Pillars of Metaphorical Ambiguity in The Scarlet Letter
Among the multiplicity of arcane elements hidden beneath the words in Hawthorne's "The Scarlet Letter", none is so apparent, yet strikingly subtle to the reader's perception and consumption of characterization than the allegorical play on words within the names of the characters. Both the protagonist and her rival within the plot are blessed with conveniently appropriate, fitting names. The four pillars supporting this novel are all cloaked with foreshadowing names, which silently clue the reader into what traits and significance the character holds as the story unfolds. These pillars that solidify the novel are Hester Prynne, Roger Chillingworth, Arthur Dimmesdale, and Pearl.
The first, possibly strongest column supporting the evolution of themes in the novel is Hester Prynne. Hester is the young woman who is abandoned by her older, disfigured husband, and falls in love with a young, passionately God-fearing man who subsequently conceives a child, thus revealing her "adultery" and is punished by the Puritan society that he represents. She is instructed to wear a red letter, hence the title of the book. Through her punishment, she acquires and applies several motifs that the novel boasts, the most powerful one being represented perpetually throughout the story, sin. Apparently, in efforts to stress her significance and origin of decisions in the story, Hawthorne skillfully gave this woman whom the story revolves around the name of Hester Prynne, comfortably in sync with the word she is faced with constantly: sin. Her last name, rhyming with the word is no mistake, and though subtle in its existence, is ingenious in its implication, and an almost unconscious impression is made upon the reader.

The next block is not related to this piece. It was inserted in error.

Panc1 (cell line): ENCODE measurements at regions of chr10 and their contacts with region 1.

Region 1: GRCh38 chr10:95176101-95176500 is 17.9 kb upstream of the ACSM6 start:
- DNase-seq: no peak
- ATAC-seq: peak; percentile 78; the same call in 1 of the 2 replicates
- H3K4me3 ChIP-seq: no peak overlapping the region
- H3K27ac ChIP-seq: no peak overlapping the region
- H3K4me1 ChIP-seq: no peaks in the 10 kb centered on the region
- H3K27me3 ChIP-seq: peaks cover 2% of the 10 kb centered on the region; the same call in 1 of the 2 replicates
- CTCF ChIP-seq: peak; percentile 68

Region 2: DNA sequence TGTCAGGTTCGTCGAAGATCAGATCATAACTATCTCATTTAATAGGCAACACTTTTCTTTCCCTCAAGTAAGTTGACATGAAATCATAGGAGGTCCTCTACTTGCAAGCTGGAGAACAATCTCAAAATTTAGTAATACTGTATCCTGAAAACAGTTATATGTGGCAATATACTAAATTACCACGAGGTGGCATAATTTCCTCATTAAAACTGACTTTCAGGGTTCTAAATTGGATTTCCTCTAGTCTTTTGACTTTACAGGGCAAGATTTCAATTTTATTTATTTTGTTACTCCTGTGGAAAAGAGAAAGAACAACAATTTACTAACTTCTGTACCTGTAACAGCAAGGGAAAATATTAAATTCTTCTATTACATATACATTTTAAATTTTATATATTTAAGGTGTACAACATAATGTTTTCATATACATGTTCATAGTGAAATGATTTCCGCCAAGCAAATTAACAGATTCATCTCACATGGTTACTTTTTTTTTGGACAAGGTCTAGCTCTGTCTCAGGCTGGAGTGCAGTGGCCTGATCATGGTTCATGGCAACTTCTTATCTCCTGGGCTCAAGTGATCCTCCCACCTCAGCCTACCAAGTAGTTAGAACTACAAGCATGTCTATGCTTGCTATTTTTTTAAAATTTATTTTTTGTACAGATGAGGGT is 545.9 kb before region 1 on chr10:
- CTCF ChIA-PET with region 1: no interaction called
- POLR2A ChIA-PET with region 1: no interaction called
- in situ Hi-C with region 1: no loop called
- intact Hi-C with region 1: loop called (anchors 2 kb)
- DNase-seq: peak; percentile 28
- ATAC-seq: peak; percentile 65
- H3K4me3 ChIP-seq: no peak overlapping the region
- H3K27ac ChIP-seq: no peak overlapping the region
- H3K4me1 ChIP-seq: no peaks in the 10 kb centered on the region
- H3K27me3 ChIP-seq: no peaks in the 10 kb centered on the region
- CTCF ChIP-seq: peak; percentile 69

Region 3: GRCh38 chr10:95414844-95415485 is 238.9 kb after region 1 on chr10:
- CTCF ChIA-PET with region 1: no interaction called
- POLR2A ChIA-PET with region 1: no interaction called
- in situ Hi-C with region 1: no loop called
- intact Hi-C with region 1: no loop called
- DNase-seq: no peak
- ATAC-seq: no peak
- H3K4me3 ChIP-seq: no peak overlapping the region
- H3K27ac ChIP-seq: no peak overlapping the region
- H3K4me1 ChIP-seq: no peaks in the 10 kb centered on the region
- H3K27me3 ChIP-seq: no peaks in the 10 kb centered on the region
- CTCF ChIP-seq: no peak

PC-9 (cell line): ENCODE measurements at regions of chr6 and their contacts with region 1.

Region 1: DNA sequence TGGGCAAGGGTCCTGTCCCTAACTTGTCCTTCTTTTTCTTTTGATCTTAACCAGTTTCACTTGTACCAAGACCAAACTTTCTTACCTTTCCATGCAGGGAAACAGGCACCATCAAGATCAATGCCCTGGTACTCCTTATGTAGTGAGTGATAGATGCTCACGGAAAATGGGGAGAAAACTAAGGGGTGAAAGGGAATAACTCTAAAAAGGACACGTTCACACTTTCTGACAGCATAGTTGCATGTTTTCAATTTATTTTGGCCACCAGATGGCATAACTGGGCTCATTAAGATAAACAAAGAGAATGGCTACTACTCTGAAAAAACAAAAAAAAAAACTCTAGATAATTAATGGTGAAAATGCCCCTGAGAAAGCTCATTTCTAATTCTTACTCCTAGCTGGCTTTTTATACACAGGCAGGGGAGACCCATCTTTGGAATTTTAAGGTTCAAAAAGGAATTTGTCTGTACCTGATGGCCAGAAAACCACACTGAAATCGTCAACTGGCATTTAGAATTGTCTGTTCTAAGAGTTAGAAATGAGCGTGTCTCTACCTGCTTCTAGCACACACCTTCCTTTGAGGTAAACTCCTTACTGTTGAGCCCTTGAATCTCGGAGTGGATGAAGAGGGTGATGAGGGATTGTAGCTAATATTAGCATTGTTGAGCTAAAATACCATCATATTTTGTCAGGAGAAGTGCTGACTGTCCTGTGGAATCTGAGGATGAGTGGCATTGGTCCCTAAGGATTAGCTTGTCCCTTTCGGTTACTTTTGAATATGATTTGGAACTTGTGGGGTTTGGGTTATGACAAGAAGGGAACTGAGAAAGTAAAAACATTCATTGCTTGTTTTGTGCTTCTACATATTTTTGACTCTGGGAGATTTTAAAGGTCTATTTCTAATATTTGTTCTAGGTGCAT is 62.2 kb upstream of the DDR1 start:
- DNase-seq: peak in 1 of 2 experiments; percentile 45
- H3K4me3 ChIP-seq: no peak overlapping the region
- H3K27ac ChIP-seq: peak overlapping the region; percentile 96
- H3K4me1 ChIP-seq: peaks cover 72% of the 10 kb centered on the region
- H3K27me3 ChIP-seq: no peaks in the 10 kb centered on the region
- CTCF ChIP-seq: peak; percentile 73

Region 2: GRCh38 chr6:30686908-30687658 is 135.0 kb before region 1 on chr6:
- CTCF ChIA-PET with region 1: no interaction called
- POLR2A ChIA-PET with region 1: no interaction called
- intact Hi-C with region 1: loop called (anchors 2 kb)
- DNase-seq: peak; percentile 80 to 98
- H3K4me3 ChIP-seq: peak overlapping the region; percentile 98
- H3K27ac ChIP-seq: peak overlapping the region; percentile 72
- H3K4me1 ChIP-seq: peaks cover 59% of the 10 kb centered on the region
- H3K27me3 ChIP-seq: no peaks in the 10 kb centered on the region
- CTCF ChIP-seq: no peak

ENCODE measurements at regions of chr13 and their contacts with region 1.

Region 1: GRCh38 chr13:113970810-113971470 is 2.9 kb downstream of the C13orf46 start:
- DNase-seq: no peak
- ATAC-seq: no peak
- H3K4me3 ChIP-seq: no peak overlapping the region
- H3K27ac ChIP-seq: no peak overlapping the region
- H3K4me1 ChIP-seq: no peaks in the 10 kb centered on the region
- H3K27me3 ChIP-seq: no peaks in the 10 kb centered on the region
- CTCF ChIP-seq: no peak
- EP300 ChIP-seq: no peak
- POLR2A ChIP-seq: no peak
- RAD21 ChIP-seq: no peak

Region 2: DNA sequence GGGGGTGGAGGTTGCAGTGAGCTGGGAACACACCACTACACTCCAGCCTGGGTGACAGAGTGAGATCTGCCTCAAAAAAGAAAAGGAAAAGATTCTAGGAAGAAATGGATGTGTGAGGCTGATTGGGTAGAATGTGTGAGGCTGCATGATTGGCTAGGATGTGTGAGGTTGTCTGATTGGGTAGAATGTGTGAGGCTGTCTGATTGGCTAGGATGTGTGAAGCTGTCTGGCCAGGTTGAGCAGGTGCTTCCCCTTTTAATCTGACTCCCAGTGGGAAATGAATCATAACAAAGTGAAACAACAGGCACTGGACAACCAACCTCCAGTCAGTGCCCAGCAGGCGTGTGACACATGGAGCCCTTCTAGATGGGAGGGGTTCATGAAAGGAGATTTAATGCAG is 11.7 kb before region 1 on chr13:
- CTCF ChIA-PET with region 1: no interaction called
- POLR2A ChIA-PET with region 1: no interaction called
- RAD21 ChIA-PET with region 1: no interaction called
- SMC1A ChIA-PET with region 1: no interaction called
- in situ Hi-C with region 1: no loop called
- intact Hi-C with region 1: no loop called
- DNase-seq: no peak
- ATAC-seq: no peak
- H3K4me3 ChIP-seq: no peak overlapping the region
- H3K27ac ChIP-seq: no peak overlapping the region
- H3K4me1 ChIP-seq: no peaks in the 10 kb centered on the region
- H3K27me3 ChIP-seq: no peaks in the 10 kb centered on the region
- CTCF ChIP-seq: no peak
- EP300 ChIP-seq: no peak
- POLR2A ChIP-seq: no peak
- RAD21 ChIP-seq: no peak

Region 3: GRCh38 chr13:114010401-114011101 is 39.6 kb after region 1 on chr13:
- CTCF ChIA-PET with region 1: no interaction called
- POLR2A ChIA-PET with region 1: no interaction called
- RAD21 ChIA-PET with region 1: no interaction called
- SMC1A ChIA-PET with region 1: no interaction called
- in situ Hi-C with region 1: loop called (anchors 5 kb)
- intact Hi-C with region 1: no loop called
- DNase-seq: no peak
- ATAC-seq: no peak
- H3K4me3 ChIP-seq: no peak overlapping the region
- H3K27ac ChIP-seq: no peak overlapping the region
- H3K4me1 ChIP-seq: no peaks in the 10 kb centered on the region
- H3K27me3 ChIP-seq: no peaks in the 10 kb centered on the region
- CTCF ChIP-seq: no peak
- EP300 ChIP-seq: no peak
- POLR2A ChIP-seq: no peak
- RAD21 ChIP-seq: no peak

Perhaps the darkest individual represented among the cast of men and women living in Boston is the man who sent his young wife to America and failed to rendezvous with her, Roger Chillingworth. Unmistakably the shallowest example of metaphorical naming, Hawthorne wished to establish Chillingworth's inability to thaw a frozen heart with an equally cold sense of judgment and compassion. Possibly, once, many years ago, before he was captured by savages and held captive, before his wife committed adultery against him, Roger Chillingworth might once have been a decent soul. Whatever has transpired throughout the years between Hester's departure of England and his arrival to her jail cell the eve of her sentencing, any flame of human empathy had been extinguished, leaving a void of frigid noncomplacency. Despite his passive-aggressive tactics to inflict vengeance upon the father of his wife's illegitimate child, Chillingworth easily reveals the evil pumping through his veins in his statements to Hester. After receiving a firm lecture and sermon upon her atrocities committed against the Lord and her community, Hester was sent to the prison with her daughter...